|February 2nd, Two Thousand: Ruins and Old Greeks
Last night, we got back home from Chicago, and I cannot express
how happy I was to get back to Saint Paul. It made clear to me
how much I have adopted this place as my home. In the past few
years it has become clear to me that I have become a little more
staid as I have gotten older; sleeping in beds that are not mine,
and waking without the things familiar to me is horribly uncomfortable.
All in all, the trip was fairly wretched. I got sick my second
day there, spent the next day in cars with a raging fever, and
dizzy as hell, and I wanted to go home then. However, we did get
to spend time with Erika and Billy, I got to see my Dad (and for
those of you -- bless your hearts -- writing in lately to ask
how he is, he looked really well), and got a few legal odds and
ends taken care of.
However, in my mind, the best part of the trip only lasted an
hour, and that is when I got to see George. For those of you who
haven't read older work of mine and don't know who George is,
humor me while I fill you in.
Growing up poor in Chicago, I always did most of my shopping at
junk shops. If you have never experienced one, you're missing
out. George's shop, however, goes beyond the norm. For over 50
years, he has been doing estate sales in Chicago, and his shop
on the North Side (on Clark. St, Between Bryn Mawr and Foster,
on the West side of the street) is essentially a huge warehouse
for remnants from these sales. My prized antique Chesterfield
sofa is from George. When I was reupholstering it, I opened up
a crack of the old lining with my exacto blade and was transported
somewhere else. My nose, pressed inside the stuffing, was filled
with the scent of dusty attics, a grandmothers' perfume, an uncle's
cigar, clove and orange and lilac powder. This is the sort of
experience a junk shop brings to mind -- a transport not simply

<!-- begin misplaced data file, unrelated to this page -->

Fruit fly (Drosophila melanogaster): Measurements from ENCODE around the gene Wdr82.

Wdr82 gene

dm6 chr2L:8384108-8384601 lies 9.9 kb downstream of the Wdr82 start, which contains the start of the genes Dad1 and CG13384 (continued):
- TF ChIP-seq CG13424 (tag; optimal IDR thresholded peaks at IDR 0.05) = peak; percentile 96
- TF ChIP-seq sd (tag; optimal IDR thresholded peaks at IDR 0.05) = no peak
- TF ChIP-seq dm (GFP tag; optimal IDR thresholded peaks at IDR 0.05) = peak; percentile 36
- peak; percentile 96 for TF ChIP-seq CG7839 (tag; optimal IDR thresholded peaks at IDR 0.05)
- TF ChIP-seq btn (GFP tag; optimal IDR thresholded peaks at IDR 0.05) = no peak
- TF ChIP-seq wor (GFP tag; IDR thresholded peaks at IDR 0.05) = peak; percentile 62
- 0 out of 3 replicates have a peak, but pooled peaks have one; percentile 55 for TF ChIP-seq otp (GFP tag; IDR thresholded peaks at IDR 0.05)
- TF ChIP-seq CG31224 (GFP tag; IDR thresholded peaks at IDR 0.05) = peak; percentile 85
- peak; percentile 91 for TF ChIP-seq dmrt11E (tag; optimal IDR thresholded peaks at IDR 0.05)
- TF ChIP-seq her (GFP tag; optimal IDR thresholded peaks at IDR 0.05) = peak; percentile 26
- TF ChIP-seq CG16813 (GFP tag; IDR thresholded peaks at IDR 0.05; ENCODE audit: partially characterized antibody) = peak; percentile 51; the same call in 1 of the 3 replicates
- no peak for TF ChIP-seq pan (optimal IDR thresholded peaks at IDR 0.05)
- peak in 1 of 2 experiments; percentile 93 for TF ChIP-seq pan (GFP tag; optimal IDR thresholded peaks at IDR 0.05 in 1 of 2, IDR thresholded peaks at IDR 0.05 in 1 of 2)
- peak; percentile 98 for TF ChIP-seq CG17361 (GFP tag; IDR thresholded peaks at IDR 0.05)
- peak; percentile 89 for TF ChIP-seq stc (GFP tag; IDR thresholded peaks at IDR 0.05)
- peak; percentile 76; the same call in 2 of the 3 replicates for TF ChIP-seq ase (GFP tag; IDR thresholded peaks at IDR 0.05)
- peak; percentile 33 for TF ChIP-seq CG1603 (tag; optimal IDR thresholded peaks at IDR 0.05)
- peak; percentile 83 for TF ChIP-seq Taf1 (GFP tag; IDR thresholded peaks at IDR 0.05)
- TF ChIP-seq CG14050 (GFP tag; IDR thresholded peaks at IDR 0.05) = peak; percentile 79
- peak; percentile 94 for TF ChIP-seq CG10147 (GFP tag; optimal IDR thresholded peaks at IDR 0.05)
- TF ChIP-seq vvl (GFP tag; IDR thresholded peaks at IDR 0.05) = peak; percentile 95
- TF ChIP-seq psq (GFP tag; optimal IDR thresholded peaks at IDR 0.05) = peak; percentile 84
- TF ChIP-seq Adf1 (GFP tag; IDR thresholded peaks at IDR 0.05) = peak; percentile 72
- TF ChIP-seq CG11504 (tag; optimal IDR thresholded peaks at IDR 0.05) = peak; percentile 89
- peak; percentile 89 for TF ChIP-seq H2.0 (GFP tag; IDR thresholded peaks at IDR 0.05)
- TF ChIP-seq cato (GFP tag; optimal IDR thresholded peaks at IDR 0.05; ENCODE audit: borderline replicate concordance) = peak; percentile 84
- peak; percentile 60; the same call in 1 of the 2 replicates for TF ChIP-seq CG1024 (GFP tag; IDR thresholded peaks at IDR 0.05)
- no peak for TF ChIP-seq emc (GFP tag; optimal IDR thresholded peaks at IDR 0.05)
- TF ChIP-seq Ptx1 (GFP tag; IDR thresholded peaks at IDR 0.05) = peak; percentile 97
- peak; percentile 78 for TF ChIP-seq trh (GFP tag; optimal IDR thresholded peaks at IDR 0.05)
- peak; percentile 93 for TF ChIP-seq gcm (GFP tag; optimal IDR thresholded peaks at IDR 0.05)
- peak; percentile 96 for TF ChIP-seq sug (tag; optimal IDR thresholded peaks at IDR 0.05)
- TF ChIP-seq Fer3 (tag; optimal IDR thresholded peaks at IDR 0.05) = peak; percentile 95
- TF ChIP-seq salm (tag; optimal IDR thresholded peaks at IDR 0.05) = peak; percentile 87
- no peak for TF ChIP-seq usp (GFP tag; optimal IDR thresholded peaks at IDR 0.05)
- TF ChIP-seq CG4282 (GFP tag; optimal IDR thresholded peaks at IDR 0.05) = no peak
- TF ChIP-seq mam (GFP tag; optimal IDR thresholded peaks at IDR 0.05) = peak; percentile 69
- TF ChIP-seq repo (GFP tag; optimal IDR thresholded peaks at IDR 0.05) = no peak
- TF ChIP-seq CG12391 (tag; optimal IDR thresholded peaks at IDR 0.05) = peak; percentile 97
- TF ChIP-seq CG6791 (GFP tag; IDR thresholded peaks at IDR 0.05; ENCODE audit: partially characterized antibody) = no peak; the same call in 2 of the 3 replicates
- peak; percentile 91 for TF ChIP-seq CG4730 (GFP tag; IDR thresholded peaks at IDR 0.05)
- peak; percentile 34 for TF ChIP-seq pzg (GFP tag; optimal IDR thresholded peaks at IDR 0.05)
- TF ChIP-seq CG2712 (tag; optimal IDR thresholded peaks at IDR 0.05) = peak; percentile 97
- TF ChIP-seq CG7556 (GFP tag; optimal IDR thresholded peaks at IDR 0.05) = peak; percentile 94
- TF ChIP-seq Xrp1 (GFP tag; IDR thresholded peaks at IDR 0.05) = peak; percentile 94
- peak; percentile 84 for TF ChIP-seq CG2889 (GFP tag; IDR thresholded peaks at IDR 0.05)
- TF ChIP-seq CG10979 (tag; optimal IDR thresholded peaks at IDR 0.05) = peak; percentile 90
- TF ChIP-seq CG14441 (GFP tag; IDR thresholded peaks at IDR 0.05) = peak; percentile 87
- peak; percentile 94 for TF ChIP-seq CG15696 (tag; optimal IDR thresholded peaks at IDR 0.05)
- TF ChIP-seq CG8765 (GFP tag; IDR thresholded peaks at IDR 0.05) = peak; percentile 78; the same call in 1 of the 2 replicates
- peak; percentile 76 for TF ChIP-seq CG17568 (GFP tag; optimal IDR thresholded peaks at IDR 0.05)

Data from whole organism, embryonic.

from one era to another, but little windows into lives through
old shoes, a tarnished silver platter, a yellowed portrait, a
vintage wedding gown.
George's shop has two floors: the first is for most folks simply
walking in off the street who don't know the lovely old Greek
man. But if he likes you, or sees you haven't found what you wanted,
he'll offer to move the little gate that reads "KEEP OUT" from
the basement steps, and lead you down into the real boon. In the
basement (easy 2000 square feet) and aisles and aisles of old
tuxedos, dresses, boxes and boxes of hats, scarves and linens.
Once you're truly in the fold, George may pay you the ultimate
compliment, and invite you into his small parlor downstairs to
sit, and have coffee and talk. This is the real gift.
I have been in and out of George's shop since I was 13 years old.
He has recognized me still through the years, even as I have changed
from a combat-booted, purple-haired teenager, to a Botticelli-wannabe
college hippie, to whomever it is I am now. Always, I am greeted
with tremendous hugs and a kiss for each cheek, and a smile so
wide it threatens to break his face. Always, in the brief moments
of an hour or two of conversation with George, I remember who
I am, should I have forgotten, as I am sometimes prone to do.
I wrote a piece a couple years back based on a conversation with
George which was one of those instances (below) and again, in this visit, he told me more about myself -- when
we were not really even discussing me -- than I knew. I had brought
B. in to meet him (it has always been important to me that those
whom I am very close to spend some time with George), and they
were discussing B.'s recent troubles and frustrations teaching
in the high school where he works. To some comment or another
( I recall these conversations word for word, but I figure you
don't need an entire transcript ), George said,
"The thing is, it is really this simple: when you are trying to
teach someone else something, if you say what you say openly and
honestly, without trying to hold anything back for yourself, and
give all you can give sincerely and without judgment, they will
hear you. Do anything less, and most will not".
This is how he is. That was intended for B., but it was really
ME who needed to hear that, and knowing George as I do, I know
he knew that full well, and knew me well enough to know if he
had said it directly to me, I wouldn't have caught it. He also,
in discussing teen sex education, reminded me of something which
I had been saying to myself as a sex educator for some time, but
none so simply and eloquently as he put it, which is that one
must leave room -- by never giving a point-by-point how-to with
sex -- for simply enjoying life, and learning to find one's bliss
on one's own. I likened it to learning to ride a bicycle: if you
do not fall off a few times, you cannot really savor who lovely
it is to ride perfectly, in tune with the movement of your legs
and the pedals and the sheer force of gravity.
Amidst Ruins and Old Greeks
He is old, and he sees
with far better eyes than any of we.
He tells me
all of my pores are open,
that there are
thousands of openings merging with yours,
penetrated by you, at every moment.
He tells me:
I am a magnet, I am a firefly, I am a siren,